The most productive effort will be an equal partnership between the Centre and the States. Some States began preparation well before the Centre woke up to the seriousness of COVID-19. There is little so far that the States have been able to learn from the Centre, but there is much that the Centre can learn from the States, and the States from each other.

The Prime Minister unilaterally decided to impose the three-week lockdown and it is now said that it is the States that wanted an extension. Are the States then to take the blame if the strategy does not succeed?

Shun the centralisation

Three, centralisation of decision-making in the Prime Minister’s Office is the worst thing in a country-wide crisis. So far everything has been centred around the Prime Minister. The Union Cabinet is only busy tweeting in support of the Prime Minister. The Health Minister is nowhere to be seen. A small group of hand-picked bureaucrats is taking all the major decisions and directing the response. This should not be so.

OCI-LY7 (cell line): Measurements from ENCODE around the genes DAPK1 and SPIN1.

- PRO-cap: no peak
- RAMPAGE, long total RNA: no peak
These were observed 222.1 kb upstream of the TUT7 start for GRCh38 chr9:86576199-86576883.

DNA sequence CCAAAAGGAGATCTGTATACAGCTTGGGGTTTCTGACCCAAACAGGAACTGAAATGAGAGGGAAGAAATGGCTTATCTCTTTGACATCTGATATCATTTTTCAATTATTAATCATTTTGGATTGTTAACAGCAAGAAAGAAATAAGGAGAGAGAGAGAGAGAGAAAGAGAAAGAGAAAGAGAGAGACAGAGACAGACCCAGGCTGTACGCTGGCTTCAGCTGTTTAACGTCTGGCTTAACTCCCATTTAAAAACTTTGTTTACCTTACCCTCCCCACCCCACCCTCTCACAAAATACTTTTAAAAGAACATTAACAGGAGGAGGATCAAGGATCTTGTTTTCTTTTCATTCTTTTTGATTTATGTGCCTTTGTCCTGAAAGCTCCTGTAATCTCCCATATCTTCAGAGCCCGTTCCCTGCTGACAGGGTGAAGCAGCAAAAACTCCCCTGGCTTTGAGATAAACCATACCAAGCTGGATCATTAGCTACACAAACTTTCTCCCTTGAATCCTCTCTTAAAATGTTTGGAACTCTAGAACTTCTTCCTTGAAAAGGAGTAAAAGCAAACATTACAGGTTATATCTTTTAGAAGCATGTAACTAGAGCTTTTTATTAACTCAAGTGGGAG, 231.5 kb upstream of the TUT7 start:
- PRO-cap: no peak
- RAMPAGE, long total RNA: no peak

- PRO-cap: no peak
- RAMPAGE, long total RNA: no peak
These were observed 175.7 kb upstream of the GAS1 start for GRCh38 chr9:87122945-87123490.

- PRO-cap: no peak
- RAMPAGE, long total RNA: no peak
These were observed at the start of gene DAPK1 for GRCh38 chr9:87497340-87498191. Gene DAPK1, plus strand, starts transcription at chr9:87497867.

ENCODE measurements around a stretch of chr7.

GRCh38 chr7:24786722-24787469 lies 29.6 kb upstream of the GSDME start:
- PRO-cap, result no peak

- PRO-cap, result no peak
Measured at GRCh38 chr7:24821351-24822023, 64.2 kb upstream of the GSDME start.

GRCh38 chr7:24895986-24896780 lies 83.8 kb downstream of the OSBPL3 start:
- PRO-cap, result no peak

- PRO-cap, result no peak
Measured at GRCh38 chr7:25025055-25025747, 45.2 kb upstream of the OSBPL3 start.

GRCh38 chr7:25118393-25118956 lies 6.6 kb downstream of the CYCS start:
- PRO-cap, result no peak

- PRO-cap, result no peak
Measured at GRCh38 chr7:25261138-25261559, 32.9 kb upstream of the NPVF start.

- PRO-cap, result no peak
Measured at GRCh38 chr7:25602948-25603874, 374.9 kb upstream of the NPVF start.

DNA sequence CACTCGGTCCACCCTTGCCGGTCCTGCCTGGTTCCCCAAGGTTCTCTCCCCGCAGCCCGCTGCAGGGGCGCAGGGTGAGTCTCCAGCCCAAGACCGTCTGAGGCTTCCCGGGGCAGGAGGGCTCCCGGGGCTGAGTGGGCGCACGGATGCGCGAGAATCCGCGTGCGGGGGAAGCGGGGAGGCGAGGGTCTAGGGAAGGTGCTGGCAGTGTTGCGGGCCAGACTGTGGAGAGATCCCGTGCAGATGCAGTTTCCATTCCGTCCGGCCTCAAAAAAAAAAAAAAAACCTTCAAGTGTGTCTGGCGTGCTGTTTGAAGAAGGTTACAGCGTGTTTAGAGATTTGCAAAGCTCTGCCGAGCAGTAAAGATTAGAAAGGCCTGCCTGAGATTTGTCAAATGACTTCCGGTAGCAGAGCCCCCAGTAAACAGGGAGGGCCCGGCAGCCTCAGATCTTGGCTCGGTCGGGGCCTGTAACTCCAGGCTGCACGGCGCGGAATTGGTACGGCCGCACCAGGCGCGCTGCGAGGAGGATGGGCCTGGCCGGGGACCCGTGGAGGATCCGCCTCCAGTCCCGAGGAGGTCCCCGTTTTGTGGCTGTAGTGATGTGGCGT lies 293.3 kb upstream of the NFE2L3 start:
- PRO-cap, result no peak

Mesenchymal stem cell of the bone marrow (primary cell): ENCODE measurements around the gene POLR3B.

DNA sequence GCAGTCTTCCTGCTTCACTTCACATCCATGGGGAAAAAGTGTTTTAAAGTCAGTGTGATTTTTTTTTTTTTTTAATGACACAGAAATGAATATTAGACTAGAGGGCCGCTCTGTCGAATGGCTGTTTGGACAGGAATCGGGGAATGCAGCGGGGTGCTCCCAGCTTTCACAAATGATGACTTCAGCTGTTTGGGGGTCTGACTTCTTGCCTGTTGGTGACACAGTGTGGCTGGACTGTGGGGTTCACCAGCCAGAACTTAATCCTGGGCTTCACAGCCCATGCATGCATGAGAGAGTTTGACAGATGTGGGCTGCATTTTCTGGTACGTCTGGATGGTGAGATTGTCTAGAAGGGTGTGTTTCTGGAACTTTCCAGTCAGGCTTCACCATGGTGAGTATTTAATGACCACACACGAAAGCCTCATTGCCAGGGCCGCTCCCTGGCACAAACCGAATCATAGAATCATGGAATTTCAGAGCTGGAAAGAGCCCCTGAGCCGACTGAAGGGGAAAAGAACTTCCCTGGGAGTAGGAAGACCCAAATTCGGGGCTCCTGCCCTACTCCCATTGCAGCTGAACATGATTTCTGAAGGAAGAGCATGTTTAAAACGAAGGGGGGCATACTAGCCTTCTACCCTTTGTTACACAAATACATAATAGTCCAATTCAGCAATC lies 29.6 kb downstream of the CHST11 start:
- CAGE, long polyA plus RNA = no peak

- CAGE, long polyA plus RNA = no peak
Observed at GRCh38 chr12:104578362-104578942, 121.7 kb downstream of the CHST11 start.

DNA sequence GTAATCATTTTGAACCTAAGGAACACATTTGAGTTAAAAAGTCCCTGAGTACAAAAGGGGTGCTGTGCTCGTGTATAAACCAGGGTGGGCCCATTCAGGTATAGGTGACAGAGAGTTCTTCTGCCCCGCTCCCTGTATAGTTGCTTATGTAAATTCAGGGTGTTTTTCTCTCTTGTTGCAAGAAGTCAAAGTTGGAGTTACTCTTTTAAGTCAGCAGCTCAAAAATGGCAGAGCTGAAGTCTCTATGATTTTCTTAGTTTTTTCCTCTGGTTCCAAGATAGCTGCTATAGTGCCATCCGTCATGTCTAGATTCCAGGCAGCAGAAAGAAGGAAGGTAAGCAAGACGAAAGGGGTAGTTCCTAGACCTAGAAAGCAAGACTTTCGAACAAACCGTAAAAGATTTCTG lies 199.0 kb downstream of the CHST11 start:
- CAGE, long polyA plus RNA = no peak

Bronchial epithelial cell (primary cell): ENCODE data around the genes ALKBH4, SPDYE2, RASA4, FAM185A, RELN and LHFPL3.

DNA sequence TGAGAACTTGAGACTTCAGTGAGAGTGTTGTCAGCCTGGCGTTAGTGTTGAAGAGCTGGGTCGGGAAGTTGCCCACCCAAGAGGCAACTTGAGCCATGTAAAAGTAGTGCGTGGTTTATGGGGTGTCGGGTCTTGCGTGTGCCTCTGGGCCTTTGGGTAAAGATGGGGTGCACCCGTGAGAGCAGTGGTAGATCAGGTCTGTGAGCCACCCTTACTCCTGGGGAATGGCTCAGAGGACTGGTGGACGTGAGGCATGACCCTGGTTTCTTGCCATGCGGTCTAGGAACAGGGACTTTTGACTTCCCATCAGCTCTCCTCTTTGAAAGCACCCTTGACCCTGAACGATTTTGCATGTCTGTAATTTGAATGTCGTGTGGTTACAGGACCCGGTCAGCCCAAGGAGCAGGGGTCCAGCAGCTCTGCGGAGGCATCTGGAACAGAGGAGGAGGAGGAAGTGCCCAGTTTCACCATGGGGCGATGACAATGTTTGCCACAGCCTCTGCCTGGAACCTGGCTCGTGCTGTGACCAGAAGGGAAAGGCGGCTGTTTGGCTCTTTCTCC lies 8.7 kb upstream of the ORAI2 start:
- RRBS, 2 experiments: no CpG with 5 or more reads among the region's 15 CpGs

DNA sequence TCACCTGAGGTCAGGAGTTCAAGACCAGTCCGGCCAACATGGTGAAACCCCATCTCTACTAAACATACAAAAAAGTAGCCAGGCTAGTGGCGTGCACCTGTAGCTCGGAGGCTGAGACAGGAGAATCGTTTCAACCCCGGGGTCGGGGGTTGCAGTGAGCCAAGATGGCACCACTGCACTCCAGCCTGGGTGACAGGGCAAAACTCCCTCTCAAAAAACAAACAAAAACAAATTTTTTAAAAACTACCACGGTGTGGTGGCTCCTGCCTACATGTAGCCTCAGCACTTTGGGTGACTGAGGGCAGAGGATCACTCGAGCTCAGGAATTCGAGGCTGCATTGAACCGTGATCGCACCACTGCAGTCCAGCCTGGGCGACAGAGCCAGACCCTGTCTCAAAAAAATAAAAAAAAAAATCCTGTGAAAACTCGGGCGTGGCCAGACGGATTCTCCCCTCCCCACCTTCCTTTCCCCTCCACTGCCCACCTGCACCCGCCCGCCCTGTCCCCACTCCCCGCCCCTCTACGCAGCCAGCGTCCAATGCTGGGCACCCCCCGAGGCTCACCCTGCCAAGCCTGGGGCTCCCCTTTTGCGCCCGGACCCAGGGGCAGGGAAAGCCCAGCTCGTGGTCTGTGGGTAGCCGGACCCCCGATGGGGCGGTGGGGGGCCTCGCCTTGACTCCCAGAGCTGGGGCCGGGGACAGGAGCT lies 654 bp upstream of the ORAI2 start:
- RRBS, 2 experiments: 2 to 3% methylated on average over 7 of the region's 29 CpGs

Four, some forethought is advisable even in “big bang” decisions. We should have thought about Jaan bhi , Jahaan bhi (“Life and economy are both important”) before imposing the lockdown, not now three weeks later. We should not have messaged the lockdown as an act done in fear or as a “curfew” but as a difficult decision in which the government would be with the citizen right through. If it was cruel not to first assure the migrants that they would be supported during the lockdown, it has been worse not to have later quickly made amends.

Open the fund tap

Five, we can surely be more generous with how we can support the millions who have been brutally affected by the stop to most economic activity. Yet, it is amazing how stingy — yes, that is the word – the Centre has been so far with its relief measures. It should also be giving the States more resources for their health services and expanded welfare programmes. But it is unbelievable that even today the Centre is refusing to release the States’ share in Goods and Services Tax (GST) revenues.